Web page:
Thursday, September 13, 2007

Luke 15:8-10 - “Sweeping”

16th Sunday after Pentecost (Proper 19)
(Year C - Lutheran Service Book Readings)
Thursday, September 13, 2007

Bring out a garbage can on wheels which has numerous brooms in it.

The parable that Jesus tells about the woman searching her house for her lost coin, it says that she swept the house looking for the coin. I brought out these brooms tonight, because that image of the woman sweeping, it tells us a lot about our God and so it also tells us a lot about us as His people.

First, though, perhaps the woman’s action don’t seem noteworthy if you’re thinking she’s sweeping a floor like you’d find in one of our houses. I mean, even here in this big sanctuary, it might take us awhile to find a dime if we dropped it on the floor, but brooms wouldn’t really be necessary. We’d just scan the carpet, look for something shiny to catch our eye. If necessary, we could even get down on our hands and knees, get eye-level with the floor, and try to see where there was something laying on the floor. It would take awhile, but whether here or at home, it wouldn’t be that hard, and brooms certainly wouldn’t be required.

If that’s the image from this parable, well, it wouldn’t be all that impressive. If Jesus is saying that God looks for us lost sinners like a woman scanning a carpet, well, it shows God cares—but does He really work very hard at looking for us?

Except when Jesus told this parable, He wasn’t living in a world of carpeted rooms. Sure, the woman probably lived in a house smaller than the size of a one-car garage, a much smaller floor to search than say looking for a dime in this sanctuary, but listen to what else we can guess about what the woman’s house was liked. This description is from Kenneth Bailey’s book, Finding the Lost: Cultural Keys to Luke 15:

The building material around the northern end of the sea of Galilee [where Jesus spent a lot of time teaching] is a beautiful very black basalt. [Archaeologists have found that] the buildings are almost exclusively constructed of the local black rock….The windows…[were] about six inches high and placed in the wall about seven feet above the ground. They are little more than slits. The ancient building techniques produced ceilings from slabs of the same black basalt….[T]he floors…were covered with flat basalt stones taken from the lake. Cracks between the stones are naturally wide….“[T]he rather deep [cracks] between the stones are filled up with earth….” (Bailey, 101).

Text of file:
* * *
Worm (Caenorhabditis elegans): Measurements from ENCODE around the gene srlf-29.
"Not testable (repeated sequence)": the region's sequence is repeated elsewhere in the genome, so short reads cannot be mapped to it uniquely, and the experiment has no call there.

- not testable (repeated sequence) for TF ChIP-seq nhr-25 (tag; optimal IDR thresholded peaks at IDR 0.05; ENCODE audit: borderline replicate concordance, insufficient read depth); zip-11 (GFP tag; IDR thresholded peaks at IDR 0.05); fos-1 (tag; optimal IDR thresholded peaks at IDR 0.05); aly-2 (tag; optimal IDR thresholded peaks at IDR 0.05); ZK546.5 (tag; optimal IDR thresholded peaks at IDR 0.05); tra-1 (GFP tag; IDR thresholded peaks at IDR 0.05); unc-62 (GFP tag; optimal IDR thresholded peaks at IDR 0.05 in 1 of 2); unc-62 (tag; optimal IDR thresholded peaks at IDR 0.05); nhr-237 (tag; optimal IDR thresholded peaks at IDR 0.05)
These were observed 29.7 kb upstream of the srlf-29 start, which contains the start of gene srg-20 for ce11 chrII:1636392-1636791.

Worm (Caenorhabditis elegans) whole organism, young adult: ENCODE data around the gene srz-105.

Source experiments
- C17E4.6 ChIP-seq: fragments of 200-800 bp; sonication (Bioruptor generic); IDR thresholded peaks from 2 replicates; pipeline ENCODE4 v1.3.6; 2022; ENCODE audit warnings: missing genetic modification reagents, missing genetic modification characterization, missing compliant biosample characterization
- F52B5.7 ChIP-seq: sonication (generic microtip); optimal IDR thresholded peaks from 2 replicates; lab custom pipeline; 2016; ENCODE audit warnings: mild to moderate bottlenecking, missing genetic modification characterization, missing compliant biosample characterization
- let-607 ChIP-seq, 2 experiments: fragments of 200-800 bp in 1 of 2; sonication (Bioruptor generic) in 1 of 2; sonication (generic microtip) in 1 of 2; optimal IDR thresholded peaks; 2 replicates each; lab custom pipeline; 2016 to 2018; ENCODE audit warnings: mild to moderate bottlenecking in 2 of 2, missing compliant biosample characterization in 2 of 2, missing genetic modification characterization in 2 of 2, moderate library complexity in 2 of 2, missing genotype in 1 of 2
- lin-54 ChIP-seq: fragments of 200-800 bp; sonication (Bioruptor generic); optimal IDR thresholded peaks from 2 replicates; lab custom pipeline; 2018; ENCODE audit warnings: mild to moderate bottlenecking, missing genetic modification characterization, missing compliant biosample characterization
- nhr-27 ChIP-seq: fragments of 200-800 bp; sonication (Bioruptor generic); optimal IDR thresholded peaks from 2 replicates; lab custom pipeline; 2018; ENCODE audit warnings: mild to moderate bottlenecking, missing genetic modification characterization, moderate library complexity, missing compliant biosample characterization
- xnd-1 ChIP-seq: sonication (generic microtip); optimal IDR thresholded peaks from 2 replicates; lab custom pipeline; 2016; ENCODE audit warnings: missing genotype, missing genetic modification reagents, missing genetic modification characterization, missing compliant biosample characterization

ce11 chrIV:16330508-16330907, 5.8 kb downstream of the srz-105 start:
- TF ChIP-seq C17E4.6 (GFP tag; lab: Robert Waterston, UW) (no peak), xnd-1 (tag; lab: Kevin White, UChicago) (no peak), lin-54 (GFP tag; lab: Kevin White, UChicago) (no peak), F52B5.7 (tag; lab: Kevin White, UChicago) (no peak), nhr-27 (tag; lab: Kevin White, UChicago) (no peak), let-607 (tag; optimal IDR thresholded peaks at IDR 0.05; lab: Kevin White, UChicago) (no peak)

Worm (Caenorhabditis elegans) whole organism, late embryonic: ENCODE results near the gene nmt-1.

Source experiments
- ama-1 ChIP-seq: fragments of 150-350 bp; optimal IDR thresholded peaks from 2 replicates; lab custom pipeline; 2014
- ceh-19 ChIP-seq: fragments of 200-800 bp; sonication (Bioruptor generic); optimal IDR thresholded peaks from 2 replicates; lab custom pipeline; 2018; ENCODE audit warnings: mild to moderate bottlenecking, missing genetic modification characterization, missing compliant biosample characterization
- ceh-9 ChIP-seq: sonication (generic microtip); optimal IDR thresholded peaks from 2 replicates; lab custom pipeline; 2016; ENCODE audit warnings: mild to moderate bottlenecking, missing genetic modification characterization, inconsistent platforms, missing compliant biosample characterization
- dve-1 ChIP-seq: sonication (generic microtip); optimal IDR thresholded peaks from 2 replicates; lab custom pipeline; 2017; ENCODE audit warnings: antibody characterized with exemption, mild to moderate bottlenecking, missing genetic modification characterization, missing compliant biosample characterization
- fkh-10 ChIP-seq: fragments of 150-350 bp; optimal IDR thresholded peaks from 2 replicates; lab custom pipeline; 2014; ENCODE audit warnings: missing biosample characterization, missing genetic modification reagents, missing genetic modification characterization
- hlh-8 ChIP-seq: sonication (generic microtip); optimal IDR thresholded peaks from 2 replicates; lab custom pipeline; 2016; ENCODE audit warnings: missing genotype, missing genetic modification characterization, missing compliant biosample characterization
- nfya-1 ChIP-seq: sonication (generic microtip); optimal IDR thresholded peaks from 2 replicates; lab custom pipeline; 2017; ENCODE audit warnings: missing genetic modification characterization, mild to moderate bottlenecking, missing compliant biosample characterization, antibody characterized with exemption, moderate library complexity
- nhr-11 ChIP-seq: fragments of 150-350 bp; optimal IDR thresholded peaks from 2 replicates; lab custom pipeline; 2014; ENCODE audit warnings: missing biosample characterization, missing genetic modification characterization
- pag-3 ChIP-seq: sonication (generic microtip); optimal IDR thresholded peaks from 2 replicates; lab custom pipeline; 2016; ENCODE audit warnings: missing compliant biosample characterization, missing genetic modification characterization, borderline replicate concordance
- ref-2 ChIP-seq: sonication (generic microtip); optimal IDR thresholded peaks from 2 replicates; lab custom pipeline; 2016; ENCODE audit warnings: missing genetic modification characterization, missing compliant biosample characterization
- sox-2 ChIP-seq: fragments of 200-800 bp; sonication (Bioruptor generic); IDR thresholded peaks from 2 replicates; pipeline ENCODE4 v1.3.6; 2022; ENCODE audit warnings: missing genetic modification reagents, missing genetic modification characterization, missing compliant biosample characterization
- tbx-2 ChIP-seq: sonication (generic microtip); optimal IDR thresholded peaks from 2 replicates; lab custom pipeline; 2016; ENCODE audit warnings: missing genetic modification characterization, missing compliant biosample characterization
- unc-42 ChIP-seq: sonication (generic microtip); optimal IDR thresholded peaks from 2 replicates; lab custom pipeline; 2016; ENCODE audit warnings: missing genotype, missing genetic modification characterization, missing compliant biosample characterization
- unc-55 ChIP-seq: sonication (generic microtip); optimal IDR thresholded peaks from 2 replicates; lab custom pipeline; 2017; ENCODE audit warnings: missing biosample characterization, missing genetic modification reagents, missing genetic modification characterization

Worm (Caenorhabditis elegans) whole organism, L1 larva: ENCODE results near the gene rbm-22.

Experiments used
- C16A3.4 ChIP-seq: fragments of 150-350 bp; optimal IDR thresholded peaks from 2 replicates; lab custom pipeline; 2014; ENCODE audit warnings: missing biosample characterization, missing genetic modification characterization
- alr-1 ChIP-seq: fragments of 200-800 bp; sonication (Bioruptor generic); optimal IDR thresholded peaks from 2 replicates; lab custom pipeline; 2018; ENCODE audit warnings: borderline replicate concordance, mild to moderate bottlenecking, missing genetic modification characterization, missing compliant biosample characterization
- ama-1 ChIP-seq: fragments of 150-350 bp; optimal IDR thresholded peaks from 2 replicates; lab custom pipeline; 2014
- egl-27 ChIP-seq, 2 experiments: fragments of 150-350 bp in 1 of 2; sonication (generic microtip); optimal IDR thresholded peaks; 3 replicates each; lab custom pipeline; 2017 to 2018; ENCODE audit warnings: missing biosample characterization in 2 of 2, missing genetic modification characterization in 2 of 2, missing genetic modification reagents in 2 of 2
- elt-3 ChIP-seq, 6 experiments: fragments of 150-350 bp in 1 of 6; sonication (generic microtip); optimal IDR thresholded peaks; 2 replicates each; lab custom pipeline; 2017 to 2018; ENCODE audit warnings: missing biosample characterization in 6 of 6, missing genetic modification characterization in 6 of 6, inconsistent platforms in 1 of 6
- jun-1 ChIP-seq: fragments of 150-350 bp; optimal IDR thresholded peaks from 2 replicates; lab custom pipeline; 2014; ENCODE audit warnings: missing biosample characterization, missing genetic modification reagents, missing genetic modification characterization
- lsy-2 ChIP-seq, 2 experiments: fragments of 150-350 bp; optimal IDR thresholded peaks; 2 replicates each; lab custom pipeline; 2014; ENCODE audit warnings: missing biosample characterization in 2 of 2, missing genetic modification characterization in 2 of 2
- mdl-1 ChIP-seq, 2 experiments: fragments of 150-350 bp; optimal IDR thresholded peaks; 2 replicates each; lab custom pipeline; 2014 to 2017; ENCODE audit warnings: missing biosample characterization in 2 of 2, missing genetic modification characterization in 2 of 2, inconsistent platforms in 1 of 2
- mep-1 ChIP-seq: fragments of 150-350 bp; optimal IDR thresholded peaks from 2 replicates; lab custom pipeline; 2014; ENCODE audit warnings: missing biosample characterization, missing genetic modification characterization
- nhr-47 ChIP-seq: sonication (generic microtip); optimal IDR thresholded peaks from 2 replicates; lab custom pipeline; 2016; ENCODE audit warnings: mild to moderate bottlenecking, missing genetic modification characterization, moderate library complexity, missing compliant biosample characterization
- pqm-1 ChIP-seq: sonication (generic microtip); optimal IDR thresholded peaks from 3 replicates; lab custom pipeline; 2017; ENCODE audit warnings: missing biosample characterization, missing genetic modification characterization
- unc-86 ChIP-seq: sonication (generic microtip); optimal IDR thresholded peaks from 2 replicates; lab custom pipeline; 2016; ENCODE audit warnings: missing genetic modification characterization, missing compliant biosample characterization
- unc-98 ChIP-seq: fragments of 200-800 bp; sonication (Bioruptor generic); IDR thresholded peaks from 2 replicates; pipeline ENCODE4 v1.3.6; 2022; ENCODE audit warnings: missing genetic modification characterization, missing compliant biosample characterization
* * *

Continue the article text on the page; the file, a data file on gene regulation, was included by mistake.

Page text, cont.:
Now do you see? When Jesus says that the woman lit a lamp, swept the floor, and made a diligent search, she was searching a very small house, but she was working in very dark conditions, carefully sweeping away whatever filled the cracks in the floors, looking for where that coin may have gone to be covered over by more dirt. Against these very difficult circumstances, the woman is focused on finding that coin, worth a day’s wages, worth so much to her family but worth nothing if it remains lost in a crack in the floor.

Now this image of a woman sweeping searching for her lost coin, now this starts to reveal who our God really is. He is making a diligent search for all the lost ones. He made a diligent search and found you. He rejoiced when He found you among the dark places of this world, hidden in a forgotten crack underneath the dirt, lost because of your sin. He shined His light into this dark world, swept the floor until He found you. The angels in heaven rejoiced when you were found and given the promise of eternal life.

Far from an image of our God looking for us as a matter of course, searching like a simple household cleaning task, instead this parable shows us that God searches for all people, for all His lost ones like one who is up against a difficult task but who works at it with great diligence. God isn’t just doing a little surface search; He is sweeping away the dirt covered each crack. He will not stop until He discovers the lost coin, until He discovers His lost ones who need the Word of salvation.

Ah, but that brings us back to this bin of brooms. I suppose all of these brooms could show that God will use as many tools as He needs in order to find people who need to know about His love and forgiveness. That could be a reason for having so many brooms, but there’s another reason I have for having so many brooms: they represent us. We are called to go out sweeping for the Lord.

As much as this parable tells us about God’s heart, how in His heart of hearts God wants all people to be saved so He is on a very diligent search for each lost person, as much as this parable shows us who our God is, it also tells us who we are called to be.

As followers of Christ, we are called to reflect Him, to shine with His characteristics, to embody His love and forgiveness and. . .diligent search. If it is God’s desire to search for the lost ones with a passion like a woman searching for a small coin in a very dark room where there are deep cracks for a coin to hide, well, then we, too, are to have that same passion for searching.